Shadowboxing with AJOBYAJO
Converging punk cultures, streetwear aesthetics, and a commitment to strengthening the LGBTQ+ community, the South Korean brand AJOBYAJO started by designing apparel for friends, but soon became a haven for the “misfits” in its native country—including the punk, skater, emo, and queer scenes. Established in 2016, the brand is not afraid to make social commentaries with its clothes, such as the pastel purple sweater with the words “Don’t Burn Our Future” emblazoned on it, and recently it has been showcased at SEOUL FASHION WEEK. The brand distinguishes itself further through a meticulously considered documentarian approach in shaping its campaign visuals. Designer and founder KIM SE HYUNG to ALMA LEANDRA about breaking boundaries and an influential anime series.
AL: What challenges did you face when launching such a progressive brand in South Korea?
AJO: Korean culture is expanding globally, but it’s more conservative than one might think. AJOBYAJO was launched in 2016, and we emphasized diversity by using everyday people as models from the beginning. We faced criticism, both online and offline, for featuring diverse models and trying to redefine what a lookbook should be. Many of the people I cast as models faced exposure to the public for the first time, so it was important for me to protect them from online harassment. Fortunately, the social climate has changed, and we now receive more support than criticism.
AL: South Korea boasts a vibrant subculture scene. How do you engage with and draw inspiration from it?
AJO: The subcultures that inspire me are not the ones consumed and popularized by media content. I’m lucky to have many interesting friends around me. Some are DJs at night and build furniture during the day, and some work at a bar making drinks but are also involved in film shoots. In Korea, doing various things across genres is not socially easy. Nevertheless, my friends who lead such versatile lives inspire me greatly. They also become models for my brand. Those who appear in AJOBYAJO campaigns are chosen not just because of their appearance. Their lives are a significant reason for my selection.
AL: In 2017, you collaborated with Neon Milk Collective, producing a campaign that sparked polarization since it highlighted the often-overlooked LGBTQ+ community. This marked a significant milestone for both AJOBYAJO and the history of South Korean design. What was the impact of this collaboration within South Korea’s fashion landscape?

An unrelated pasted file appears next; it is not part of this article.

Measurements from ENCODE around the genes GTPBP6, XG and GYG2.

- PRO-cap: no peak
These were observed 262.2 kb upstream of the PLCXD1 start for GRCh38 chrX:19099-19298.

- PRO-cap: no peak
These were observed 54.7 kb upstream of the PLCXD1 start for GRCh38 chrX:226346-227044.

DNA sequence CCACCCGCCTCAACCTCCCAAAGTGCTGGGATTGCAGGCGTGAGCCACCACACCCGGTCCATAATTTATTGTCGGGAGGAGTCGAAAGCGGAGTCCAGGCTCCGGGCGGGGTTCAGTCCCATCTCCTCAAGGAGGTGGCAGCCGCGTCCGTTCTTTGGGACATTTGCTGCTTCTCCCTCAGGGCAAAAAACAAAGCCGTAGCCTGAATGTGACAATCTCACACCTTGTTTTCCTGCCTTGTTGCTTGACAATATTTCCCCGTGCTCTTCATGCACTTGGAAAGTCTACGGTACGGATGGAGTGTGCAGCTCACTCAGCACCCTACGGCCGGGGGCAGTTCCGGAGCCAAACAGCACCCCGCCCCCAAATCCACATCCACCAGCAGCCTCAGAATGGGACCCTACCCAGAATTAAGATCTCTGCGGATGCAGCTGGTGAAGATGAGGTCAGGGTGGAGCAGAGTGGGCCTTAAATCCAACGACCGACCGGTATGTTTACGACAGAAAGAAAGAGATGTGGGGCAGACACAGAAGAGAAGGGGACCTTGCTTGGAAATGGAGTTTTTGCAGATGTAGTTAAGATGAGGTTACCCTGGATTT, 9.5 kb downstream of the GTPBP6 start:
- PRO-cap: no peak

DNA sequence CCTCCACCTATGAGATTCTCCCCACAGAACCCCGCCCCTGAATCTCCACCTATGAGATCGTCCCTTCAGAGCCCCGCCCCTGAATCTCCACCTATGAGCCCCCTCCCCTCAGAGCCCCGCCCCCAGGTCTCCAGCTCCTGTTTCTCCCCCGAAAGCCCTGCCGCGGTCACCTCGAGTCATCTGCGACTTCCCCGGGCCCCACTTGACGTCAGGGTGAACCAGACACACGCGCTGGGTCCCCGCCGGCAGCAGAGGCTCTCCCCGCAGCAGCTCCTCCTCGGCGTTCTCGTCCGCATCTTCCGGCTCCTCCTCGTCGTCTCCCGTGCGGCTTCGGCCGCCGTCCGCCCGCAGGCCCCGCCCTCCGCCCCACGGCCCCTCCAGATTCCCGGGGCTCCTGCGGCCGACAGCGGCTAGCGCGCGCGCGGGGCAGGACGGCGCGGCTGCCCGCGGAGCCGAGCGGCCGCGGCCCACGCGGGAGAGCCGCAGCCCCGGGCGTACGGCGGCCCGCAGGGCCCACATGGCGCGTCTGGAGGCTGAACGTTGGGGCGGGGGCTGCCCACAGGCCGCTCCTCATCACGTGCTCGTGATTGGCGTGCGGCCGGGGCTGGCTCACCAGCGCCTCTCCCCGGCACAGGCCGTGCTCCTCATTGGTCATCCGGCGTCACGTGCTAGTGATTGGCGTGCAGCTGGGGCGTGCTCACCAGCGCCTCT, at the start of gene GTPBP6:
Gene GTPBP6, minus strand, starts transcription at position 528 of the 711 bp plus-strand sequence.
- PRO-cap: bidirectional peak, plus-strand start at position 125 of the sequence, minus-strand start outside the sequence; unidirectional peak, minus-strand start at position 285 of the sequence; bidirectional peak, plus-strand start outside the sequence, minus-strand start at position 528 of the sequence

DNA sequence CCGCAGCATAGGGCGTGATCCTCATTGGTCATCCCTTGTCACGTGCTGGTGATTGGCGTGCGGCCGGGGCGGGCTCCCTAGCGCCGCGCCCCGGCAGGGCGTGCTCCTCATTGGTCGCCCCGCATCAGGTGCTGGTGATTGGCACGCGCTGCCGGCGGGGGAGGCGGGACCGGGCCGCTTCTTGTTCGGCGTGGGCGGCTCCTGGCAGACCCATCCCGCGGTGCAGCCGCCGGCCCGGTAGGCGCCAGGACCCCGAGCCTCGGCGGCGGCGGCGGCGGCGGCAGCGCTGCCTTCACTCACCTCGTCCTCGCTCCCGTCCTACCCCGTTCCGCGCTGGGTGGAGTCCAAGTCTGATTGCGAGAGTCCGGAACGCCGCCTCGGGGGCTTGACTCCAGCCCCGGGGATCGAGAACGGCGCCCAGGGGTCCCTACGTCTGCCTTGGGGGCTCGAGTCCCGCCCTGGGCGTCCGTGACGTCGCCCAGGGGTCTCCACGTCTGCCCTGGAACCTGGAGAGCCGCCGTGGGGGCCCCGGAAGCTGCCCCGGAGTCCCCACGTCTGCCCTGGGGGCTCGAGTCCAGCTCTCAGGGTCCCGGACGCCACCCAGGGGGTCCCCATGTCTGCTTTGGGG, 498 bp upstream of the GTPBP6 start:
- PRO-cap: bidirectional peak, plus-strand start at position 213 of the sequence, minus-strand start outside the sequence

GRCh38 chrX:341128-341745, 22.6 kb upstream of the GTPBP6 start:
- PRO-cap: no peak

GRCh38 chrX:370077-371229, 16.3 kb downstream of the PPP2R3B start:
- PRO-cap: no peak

AJO: Fashion brands need to have their unique culture and express it. Collaboration between mainstream and non-mainstream can attract attention from a wide range of consumers and potentially lead to higher sales. Our aim is to showcase the unique cultures of non-mainstream groups and introduce them to a broader audience. We want to break down the boundaries in South Korea, where people tend to be more cautious about unfamiliar things. By wearing AJOBYAJO clothing, we hope to offer a starting point for people to understand these unfamiliar cultures.
AL: Does fear ever play a role when you push socio-political boundaries?
AJO: To maintain a balance, what is essential is inclusivity. While there may be a need for direct and provocative elements, I do not want to exclude those who hold different views. We want people to discover themselves wearing our clothing because they genuinely like it, rather than feeling like they’re wearing it because of the message. I believe that when faced with such issues, style can help address the problems. A brand can convince people not just by conveying a message but also by proposing a style that goes along with that message. When a brand’s message, style, and the brand itself come together, people will open their minds and hearts. They might be drawn to the brand initially, but what makes them open their wallets is the clothing itself.
AL: Which South Korean fashion designers have left an indelible mark on your design philosophy?
AJO: Unfortunately, there isn’t any particular designer in South Korea who has had a profound impact on my design philosophy. South Korea has many talented fashion designers, but there isn’t a designer I can point to with a distinctive style. Creating a style is just as important as making clothes. A unique style means that both clothing and the people who wear them form a unique culture. While there are many great Korean brands, I haven’t seen one emerge with a distinct style yet. This is also challenging for me personally.
AL: What was your inspiration for your latest collection shown at Seoul Fashion Week?
AJO: The theme of this fashion show was “SHADOW BOXING.” I fantasized about whether the adversaries I fought so fiercely were, in the end, myself. A significant inspiration for this concept was the Japanese animation series Dorohedoro. It features characters who are not clearly good or bad, and their relationships are complex and messy, raising questions about why we live the way we do. I saw parallels between the characters in the show and our lives today. The characters in the anime don't fit neatly into idealized categories.These blurred boundaries are very similar to what AJOBYAJO seeks to embody.